Thomas F. Quatieri

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Thomas F. Quatieri
ResidenceUnited States
CitizenshipAmerican
Alma materTufts University
MIT
Known forSpeech signal processing
Awards
Scientific career
FieldsDigital signal processing
Speaker recognition
InstitutionsMIT Lincoln Laboratory
ThesisPhase estimation with application to speech analysis-synthesis (1980)
Doctoral advisorAlan V. Oppenheim

Thomas Francis Quatieri, Jr. is an American electrical engineer and Senior Technical Staff member at the MIT Lincoln Laboratory. He is recognized for his contributions in speech signal processing, in conjunction with Petros Maragos and James Kaiser (with whom he won the 1995 IEEE W.R.G. Baker Award), by using the Discrete Fourier transform to examine energy modulation in speech waveforms.[1] In 1999 he was elected a Fellow of the IEEE "for contributions to sinusoidal speech and audio modeling and nonlinear signal processing".[2]

Biography[edit]

He attended Tufts University for his bachelors degree, graduating summa cum laude in 1973. He then received SM, EE, and ScD degrees from the Massachusetts Institute of Technology in 1975, 1977, and 1979, respectively.[3] He joined MIT Lincoln Laboratory in 1980 and holds an affiliate faculty position in the Harvard-MIT Division of Health Sciences and Technology.[4] He developed MIT's graduate course in digital speech processing and is a member of Sigma Xi, Tau Beta Pi, Eta Kappa Nu, and the Acoustical Society of America.[5]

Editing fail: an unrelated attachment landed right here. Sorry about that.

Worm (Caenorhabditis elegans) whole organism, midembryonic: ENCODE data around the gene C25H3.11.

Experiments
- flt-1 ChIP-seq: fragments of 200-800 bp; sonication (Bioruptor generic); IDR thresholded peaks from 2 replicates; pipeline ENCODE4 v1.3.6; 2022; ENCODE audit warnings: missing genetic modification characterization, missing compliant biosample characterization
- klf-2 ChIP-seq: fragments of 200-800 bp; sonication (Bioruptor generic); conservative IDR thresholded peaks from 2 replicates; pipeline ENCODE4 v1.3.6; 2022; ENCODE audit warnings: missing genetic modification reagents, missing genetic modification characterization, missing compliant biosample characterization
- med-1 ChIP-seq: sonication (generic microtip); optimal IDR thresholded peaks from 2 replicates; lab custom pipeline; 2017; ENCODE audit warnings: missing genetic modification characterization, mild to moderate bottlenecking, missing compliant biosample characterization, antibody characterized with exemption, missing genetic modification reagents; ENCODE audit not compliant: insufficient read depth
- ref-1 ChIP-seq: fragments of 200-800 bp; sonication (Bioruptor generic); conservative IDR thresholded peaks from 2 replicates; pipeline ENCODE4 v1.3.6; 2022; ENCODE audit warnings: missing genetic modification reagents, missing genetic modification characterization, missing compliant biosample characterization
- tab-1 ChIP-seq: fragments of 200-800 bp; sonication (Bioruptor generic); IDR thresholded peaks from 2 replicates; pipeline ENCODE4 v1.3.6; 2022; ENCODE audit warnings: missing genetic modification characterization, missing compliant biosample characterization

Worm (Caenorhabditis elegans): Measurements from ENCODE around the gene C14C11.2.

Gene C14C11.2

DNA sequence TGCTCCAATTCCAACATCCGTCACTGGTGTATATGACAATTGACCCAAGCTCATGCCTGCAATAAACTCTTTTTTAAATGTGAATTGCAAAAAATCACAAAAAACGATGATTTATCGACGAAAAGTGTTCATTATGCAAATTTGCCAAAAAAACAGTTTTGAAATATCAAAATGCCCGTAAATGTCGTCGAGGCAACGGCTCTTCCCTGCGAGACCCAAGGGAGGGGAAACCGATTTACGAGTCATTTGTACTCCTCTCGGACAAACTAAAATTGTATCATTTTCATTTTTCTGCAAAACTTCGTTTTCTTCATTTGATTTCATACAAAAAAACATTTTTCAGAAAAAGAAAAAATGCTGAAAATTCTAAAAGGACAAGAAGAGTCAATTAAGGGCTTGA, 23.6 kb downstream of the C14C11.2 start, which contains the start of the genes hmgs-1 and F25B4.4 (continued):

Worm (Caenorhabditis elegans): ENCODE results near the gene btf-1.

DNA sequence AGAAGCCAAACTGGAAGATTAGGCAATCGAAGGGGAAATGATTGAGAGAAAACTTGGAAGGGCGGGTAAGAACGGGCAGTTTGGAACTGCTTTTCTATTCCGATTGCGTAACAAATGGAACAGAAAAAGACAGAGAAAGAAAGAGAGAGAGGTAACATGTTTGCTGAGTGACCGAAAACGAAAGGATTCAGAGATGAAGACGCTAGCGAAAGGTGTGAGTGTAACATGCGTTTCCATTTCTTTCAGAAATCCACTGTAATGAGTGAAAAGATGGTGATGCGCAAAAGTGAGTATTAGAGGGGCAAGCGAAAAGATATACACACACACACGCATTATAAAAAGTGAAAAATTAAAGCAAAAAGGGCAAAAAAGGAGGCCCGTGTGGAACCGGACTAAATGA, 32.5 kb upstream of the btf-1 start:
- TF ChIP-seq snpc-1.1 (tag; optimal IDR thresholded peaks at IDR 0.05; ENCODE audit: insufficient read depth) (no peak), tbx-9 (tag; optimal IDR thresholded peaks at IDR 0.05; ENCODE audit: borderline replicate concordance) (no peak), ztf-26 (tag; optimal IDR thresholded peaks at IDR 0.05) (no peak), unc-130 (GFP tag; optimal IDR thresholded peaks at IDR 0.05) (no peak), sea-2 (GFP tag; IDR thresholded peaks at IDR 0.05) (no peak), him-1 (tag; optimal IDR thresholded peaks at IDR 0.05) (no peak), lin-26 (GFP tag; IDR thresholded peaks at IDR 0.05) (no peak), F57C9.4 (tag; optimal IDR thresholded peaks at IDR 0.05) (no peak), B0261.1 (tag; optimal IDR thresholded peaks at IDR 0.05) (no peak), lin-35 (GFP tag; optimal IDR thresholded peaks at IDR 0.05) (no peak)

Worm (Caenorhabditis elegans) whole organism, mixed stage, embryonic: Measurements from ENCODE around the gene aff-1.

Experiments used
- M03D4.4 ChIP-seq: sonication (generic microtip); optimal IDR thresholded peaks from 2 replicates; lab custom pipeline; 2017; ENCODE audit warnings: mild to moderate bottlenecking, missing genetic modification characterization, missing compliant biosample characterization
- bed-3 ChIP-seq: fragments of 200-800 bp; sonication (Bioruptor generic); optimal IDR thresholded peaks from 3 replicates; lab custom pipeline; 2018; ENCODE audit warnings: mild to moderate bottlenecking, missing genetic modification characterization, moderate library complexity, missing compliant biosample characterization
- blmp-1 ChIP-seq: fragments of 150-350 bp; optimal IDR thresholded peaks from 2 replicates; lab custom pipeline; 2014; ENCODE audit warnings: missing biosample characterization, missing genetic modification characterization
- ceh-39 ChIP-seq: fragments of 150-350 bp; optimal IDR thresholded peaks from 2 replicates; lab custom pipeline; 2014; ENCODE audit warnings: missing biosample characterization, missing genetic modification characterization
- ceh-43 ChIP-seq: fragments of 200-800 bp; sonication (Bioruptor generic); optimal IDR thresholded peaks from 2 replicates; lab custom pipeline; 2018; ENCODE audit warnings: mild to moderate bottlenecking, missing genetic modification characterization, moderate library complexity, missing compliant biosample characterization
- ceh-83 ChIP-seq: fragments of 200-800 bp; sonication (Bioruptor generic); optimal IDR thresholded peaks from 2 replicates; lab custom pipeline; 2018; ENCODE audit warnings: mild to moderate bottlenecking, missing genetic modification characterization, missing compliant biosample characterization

Books[edit]

  • Quatieri, Thomas F. (2001). Discrete-Time Speech Signal Processing: Principles and Practice. Upper Saddle River, NJ: Prentice Hall. ISBN 0-13-242942-X.

References[edit]

  1. ^ Goldstein, Andrew; Abbate, Janet (11 February 1997). "Oral History: James Kaiser". Center for the History of Electrical Engineering. IEEE. Retrieved 8 June 2017.
  2. ^ "Professional Society Fellows". MIT Lincoln Laboratory. Retrieved 8 June 2017.
  3. ^ "Staff Biographies: Thomas F. Quatieri". MIT Lincoln Laboratory. Retrieved 8 June 2017.
  4. ^ "SHBT Faculty - Listing by Research Area". Harvard-MIT Program in Speech and Hearing Bioscience and Technology. Harvard University. Retrieved 8 June 2017.
  5. ^ "Authors: Thomas F. Quatieri". InformIT. Retrieved 8 June 2017.